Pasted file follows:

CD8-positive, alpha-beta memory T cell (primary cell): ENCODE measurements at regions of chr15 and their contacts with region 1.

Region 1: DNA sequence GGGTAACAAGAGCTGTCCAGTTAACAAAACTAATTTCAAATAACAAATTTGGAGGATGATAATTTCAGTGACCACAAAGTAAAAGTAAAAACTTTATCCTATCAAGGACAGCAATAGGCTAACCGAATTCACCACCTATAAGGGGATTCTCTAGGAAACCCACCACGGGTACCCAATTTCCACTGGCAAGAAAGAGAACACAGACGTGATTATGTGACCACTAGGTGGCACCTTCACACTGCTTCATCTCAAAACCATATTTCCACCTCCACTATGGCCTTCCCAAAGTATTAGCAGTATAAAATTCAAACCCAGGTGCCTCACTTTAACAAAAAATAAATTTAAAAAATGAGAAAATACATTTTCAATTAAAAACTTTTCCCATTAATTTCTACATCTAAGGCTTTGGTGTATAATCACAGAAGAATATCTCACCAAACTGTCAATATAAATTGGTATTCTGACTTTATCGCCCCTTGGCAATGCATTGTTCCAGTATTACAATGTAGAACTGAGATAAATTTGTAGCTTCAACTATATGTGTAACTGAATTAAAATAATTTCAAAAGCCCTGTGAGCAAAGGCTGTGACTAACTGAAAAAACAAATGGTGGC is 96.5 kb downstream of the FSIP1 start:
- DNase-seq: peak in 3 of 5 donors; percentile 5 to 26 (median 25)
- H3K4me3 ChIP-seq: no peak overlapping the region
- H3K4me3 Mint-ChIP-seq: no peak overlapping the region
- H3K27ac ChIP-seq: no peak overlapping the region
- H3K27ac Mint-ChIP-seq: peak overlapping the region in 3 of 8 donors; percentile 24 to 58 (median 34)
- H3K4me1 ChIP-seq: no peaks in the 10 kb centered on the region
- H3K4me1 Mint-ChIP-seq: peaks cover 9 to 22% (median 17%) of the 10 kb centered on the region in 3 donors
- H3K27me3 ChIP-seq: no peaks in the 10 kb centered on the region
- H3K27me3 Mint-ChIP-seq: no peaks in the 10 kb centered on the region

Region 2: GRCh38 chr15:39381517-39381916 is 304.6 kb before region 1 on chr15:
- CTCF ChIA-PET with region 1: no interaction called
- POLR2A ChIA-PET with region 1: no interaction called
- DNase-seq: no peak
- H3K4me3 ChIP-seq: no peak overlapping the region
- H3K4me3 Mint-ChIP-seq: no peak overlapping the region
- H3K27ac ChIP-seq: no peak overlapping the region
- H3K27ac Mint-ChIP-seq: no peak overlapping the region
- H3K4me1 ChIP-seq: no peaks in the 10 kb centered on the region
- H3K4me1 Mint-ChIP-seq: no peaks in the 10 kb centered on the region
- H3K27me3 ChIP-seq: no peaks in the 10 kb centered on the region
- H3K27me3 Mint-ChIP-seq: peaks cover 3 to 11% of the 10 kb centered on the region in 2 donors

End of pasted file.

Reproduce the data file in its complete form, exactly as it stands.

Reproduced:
CD8-positive, alpha-beta memory T cell (primary cell): ENCODE measurements at regions of chr15 and their contacts with region 1.

Region 1: DNA sequence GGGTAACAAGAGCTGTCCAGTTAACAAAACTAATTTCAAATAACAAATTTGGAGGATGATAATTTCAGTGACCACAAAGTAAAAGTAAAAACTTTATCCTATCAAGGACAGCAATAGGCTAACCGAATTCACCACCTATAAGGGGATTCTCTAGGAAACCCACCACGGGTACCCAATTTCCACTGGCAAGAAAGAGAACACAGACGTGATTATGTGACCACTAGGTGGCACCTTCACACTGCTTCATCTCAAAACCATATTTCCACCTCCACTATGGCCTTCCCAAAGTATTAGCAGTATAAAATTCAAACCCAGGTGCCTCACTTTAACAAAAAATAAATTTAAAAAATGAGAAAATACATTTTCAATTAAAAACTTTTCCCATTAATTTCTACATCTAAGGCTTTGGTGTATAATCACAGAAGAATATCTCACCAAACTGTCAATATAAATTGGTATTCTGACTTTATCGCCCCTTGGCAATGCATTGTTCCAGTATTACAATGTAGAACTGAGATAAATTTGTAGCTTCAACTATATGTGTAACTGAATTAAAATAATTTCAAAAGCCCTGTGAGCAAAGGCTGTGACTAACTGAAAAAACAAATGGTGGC is 96.5 kb downstream of the FSIP1 start:
- DNase-seq: peak in 3 of 5 donors; percentile 5 to 26 (median 25)
- H3K4me3 ChIP-seq: no peak overlapping the region
- H3K4me3 Mint-ChIP-seq: no peak overlapping the region
- H3K27ac ChIP-seq: no peak overlapping the region
- H3K27ac Mint-ChIP-seq: peak overlapping the region in 3 of 8 donors; percentile 24 to 58 (median 34)
- H3K4me1 ChIP-seq: no peaks in the 10 kb centered on the region
- H3K4me1 Mint-ChIP-seq: peaks cover 9 to 22% (median 17%) of the 10 kb centered on the region in 3 donors
- H3K27me3 ChIP-seq: no peaks in the 10 kb centered on the region
- H3K27me3 Mint-ChIP-seq: no peaks in the 10 kb centered on the region

Region 2: GRCh38 chr15:39381517-39381916 is 304.6 kb before region 1 on chr15:
- CTCF ChIA-PET with region 1: no interaction called
- POLR2A ChIA-PET with region 1: no interaction called
- DNase-seq: no peak
- H3K4me3 ChIP-seq: no peak overlapping the region
- H3K4me3 Mint-ChIP-seq: no peak overlapping the region
- H3K27ac ChIP-seq: no peak overlapping the region
- H3K27ac Mint-ChIP-seq: no peak overlapping the region
- H3K4me1 ChIP-seq: no peaks in the 10 kb centered on the region
- H3K4me1 Mint-ChIP-seq: no peaks in the 10 kb centered on the region
- H3K27me3 ChIP-seq: no peaks in the 10 kb centered on the region
- H3K27me3 Mint-ChIP-seq: peaks cover 3 to 11% of the 10 kb centered on the region in 2 donors